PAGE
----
3

I guess this is really a difference of stress (though I confess, as a non-native, I barely perceive it).

  • Obama lives in the White House (white has primary stress?)
  • I live in the white house on this street.
  • Whitehouse is the Chief Surgeon here. (Same as white house in sentence two?)
4
  • Whitehouse probably does not pronounce the h as such.
    – Joop Eggen
    Aug 15 '16 at 10:42
  • @Joop Eggen You mean the h in house?
    – lemontree
    Aug 15 '16 at 12:44
  • So in American English, since the h goes away in Whitehouse, /t/ flaps because it is intervocalic.
    – user6726
    Aug 15 '16 at 14:57
  • Henry Lee Smith used to use that distinction to illustrate intonation and stress. Not every white house is the White House was the example sentence.
    – jlawler
    Aug 16 '16 at 3:30
3

You are right to say that the difference between these is one of stress. "White House" has a single stress on the first syllable, "white house" has an equal stress on both syllables.

Linguistically the difference is that "White House" is a compound, while "white house" is an adjective-plus-noun phrase.

3
  • I agree. Maybe in white house, stress is a bit stronger on house.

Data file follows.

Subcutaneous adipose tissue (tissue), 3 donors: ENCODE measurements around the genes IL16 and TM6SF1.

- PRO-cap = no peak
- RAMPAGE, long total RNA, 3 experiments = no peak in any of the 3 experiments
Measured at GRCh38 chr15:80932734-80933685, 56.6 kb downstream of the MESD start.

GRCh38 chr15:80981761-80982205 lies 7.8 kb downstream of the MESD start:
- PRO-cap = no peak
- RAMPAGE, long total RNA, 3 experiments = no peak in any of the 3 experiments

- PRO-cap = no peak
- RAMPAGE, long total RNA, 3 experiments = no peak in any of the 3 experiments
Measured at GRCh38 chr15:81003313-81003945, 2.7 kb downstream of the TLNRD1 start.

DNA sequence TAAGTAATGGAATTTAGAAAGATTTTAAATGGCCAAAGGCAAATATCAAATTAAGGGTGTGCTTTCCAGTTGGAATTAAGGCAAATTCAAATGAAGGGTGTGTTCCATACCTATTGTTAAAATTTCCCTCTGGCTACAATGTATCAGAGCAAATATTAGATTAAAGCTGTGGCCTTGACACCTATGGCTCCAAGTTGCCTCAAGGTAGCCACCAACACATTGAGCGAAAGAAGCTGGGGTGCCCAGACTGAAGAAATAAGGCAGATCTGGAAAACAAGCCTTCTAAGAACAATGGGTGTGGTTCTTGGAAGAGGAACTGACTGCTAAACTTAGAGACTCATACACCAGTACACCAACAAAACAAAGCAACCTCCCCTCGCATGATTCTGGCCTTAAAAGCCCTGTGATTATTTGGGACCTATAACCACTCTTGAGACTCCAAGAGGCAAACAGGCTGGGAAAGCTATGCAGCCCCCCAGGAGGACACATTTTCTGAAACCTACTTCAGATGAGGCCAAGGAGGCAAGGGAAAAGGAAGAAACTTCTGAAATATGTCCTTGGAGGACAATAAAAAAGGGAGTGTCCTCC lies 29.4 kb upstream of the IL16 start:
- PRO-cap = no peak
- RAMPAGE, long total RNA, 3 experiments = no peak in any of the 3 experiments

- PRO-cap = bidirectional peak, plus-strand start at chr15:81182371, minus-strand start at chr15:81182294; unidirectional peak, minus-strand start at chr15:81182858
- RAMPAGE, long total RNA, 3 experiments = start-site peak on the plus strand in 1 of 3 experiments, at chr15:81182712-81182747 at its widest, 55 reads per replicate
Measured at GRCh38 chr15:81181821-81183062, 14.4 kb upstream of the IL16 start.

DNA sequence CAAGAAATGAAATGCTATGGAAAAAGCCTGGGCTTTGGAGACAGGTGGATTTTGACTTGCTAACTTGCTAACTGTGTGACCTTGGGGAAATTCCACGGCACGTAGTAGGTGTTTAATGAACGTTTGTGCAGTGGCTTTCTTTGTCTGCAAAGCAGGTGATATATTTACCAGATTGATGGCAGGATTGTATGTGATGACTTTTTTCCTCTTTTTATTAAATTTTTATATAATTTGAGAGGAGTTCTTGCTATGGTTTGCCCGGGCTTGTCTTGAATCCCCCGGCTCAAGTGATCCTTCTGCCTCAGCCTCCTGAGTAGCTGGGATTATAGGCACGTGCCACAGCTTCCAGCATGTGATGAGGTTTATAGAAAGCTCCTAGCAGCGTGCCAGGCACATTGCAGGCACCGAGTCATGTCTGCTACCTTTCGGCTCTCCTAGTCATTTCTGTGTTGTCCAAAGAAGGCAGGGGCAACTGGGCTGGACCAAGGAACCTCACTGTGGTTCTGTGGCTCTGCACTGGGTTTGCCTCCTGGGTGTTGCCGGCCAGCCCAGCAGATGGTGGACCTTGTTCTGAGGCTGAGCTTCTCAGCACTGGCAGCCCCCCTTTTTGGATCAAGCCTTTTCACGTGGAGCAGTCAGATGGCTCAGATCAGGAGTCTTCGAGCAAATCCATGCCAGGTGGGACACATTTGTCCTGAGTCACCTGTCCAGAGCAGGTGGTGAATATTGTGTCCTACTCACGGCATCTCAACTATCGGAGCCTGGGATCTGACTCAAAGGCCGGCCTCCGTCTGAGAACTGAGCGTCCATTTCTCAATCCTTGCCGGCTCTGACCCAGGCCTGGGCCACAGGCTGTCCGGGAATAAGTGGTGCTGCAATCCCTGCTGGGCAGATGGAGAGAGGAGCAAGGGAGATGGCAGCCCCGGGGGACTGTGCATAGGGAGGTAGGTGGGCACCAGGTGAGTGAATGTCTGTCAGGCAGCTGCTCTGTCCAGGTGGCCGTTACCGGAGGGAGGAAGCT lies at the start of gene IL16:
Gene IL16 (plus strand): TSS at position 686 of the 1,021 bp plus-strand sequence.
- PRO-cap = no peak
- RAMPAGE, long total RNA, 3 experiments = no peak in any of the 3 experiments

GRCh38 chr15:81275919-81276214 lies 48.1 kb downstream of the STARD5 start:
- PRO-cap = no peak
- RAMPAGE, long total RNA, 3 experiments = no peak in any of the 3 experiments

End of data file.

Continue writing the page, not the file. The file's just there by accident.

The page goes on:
– lemontree
    Aug 15 '16 at 12:44
  • 1
    This is actually the typical stress behaviour for compunds (stress on the first part of the compound) vs. adjective modified nouns (stress on both parts with tendency towards the noun, i.e. second part).
    – lemontree
    Aug 15 '16 at 13:22
  • 1
    @lemontree. Yes, this is absolutely the typical stress pattern for English compounds if both components are monosyllabic. If the components are polysyllabic there is typically a stress on each one of them.
    – fdb
    Aug 15 '16 at 21:50
0

It is a difference in stress, adjective 2white 1house versus compound 1white3house, but it's also a difference in rhythm. The adjective 2 1 construction is 2 measures versus the 1 measure of the compound 1 3 noun:

o BA ma | LIVES in the | WHITEhouse  (3 measures for the compound)  
o BA ma | LIVES in the | WHITE | HOUSE (4 measures for the adjective)

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